School pools on chopping block
Province refuses plea for cash from Toronto board, which may close most of its pools by fall
Feb 06, 2008 Toronto Star Kerry Gillespie
The province has refused the Toronto school board's plea to fund its pools, so plans are underway to close most of them by September.
To keep water in the pools – used for gym classes, swim lessons and team training – would require an additional $12 million in annual funding, said Toronto District School Board chair John Campbell.
The province won't save the 78 pools because they're unique to Toronto and the funding formula can't deal with that, the education minister said yesterday.
"As a citizen of Toronto, I don't want to see those pools closed but, at the same time, I have to recognize as the minister that they are the responsibility of this community," Kathleen Wynne said. "There isn't specific provincial money for the pools."
This is the second time in two weeks the province has refused to fund a request from the Toronto board. Last week, the premier said he wouldn't fund the board's planned Africentric school, but sources say the two decisions are unrelated.
Last summer, the board told the province that if, by Feb. 1, it didn't commit to paying for the pools, the board would close them.
The province's resounding "no" has led the board to pin its final hopes on an unlikely saviour: the cash-strapped city.
"If the city is prepared to provide some assistance, then we'll be able to carry on. Otherwise, we're going to have to get out of the business of operating pools," Campbell said.
It costs the board $17 million a year to keep the pools open, he said. The board already gets $5 million from the city, which runs parks and recreation programs in 35 pools.
For years, the board has been covering the remaining costs by short-changing new immigrant students by using their ESL funding to pay for pools, he said. "We just can not afford to keep doing that."
The board and the city will meet to talk about pools next week, but Toronto has its own budget woes and isn't prepared to pay another $12 million.
"Let's be honest about who owns the Toronto District School Board or any other school board in this province, it's the province … (the pools) are their assets," city budget chief Shelley Carroll said.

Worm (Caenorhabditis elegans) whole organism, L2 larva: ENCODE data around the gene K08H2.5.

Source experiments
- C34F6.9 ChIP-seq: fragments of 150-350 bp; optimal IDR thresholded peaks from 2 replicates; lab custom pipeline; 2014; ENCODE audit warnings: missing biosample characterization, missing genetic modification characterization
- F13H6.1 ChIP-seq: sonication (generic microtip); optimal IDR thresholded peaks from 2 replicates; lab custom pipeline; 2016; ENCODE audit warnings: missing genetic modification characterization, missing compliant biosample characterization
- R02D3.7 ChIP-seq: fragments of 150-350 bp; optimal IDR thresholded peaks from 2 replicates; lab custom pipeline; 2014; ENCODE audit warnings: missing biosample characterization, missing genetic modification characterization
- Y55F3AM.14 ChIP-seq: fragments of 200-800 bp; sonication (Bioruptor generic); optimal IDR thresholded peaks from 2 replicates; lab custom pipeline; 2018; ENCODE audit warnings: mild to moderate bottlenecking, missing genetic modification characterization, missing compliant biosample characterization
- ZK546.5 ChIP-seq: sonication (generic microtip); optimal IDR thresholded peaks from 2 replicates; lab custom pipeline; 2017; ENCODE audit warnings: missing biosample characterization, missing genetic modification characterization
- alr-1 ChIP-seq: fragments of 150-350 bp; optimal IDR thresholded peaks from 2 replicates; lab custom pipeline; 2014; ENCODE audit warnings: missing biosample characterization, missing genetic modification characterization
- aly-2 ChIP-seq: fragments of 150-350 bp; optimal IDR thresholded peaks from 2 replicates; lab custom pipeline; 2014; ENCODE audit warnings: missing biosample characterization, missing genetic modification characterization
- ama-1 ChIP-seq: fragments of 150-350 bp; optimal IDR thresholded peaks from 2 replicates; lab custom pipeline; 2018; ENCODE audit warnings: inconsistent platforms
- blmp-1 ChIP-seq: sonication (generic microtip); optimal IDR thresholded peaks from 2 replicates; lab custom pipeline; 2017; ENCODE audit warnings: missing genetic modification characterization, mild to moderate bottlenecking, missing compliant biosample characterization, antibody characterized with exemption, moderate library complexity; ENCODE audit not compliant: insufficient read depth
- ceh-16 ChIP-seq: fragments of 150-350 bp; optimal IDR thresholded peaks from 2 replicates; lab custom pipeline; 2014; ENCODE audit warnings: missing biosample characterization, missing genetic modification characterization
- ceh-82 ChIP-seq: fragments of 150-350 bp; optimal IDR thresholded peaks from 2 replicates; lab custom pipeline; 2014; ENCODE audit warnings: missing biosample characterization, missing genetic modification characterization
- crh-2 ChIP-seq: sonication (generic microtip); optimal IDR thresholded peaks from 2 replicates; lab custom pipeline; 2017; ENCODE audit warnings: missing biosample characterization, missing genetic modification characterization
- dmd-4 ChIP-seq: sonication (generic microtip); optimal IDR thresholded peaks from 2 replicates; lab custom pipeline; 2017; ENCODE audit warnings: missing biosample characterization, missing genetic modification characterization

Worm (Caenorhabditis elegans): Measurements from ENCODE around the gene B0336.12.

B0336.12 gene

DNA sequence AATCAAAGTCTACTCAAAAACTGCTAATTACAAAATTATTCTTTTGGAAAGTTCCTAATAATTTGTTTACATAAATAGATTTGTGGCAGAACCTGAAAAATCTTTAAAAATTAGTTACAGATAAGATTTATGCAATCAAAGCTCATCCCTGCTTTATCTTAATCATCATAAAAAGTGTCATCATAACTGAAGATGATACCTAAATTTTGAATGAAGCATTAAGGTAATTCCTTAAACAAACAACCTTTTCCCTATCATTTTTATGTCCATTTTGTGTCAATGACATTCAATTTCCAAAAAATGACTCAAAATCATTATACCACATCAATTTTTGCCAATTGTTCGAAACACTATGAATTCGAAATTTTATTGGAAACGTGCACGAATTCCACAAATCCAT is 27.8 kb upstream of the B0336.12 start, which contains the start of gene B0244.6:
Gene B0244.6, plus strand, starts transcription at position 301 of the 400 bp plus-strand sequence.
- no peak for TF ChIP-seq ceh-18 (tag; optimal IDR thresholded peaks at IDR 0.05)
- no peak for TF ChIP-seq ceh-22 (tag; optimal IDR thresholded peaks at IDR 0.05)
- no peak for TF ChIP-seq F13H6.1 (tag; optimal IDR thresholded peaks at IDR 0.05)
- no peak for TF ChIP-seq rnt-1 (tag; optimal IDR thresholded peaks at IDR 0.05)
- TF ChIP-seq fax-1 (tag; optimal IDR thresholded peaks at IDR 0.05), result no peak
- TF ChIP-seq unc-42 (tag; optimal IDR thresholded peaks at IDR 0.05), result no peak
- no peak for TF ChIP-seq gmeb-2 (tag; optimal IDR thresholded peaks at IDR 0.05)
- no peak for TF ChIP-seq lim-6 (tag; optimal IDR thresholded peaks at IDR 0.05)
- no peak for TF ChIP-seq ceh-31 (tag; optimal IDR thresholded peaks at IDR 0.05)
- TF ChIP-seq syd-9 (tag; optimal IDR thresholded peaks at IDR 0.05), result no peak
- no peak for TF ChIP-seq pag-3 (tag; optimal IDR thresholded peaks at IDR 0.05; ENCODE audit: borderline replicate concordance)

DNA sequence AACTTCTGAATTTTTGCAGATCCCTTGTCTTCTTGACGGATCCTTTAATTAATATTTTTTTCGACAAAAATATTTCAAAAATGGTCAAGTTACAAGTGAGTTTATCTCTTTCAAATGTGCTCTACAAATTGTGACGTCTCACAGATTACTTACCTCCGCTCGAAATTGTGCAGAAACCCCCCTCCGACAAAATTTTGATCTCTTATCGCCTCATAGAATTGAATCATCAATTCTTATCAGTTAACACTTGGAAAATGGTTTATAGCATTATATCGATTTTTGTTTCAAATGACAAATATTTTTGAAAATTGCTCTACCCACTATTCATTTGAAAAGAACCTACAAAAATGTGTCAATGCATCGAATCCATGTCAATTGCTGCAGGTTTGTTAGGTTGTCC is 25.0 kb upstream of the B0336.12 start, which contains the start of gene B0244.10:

The budget committee has already recommended increasing the city's pool funding by $360,000, for a total of $6 million, Carroll said.
But that may not be enough to keep even those 35 pools open.
If the city wants to keep using the pools, it will have to start covering the costs of repairs, not just operation and maintenance, as the city has done in the past, Campbell said.
"It's not our asset, so it's kind of hard to say we're going to fix them with property taxes. But you won't own them at the end of the day," Carroll said.
Toronto residents need to take the fight to save their pools to Queen's Park and tell politicians there that they can't ignore the pools until they're in such bad condition no one wants them, Carroll said. "We're already under pressure from our swim program users that they register to swim in a pool for nine weeks and sometimes three out of those nine lessons are delivered in that pool, … because of poor capital repair."
Nearly every year since the Mike Harris government changed the school funding formula, the spectre of closing Toronto's school pools has been raised.
A few have closed, but most, after much pleading from parents, have not. At the last minute, funding has been found.
Not this time, Campbell said. "The deficit is very significant."
Without a promise of $12 million, the board will start closing the pools in June and most could be closed by September, Campbell said. Three pools for special education programs would be kept open.
Pools in schools are popular, but they aren't an education priority.
"Could we do without them? Yes." Campbell said.
Will Torontonians accept that?
"I was around the school board the last time we suggested (closing them). I think Mr. Campbell is going to be surprised about the level of passion (around the pools)," said Carroll, once a school trustee.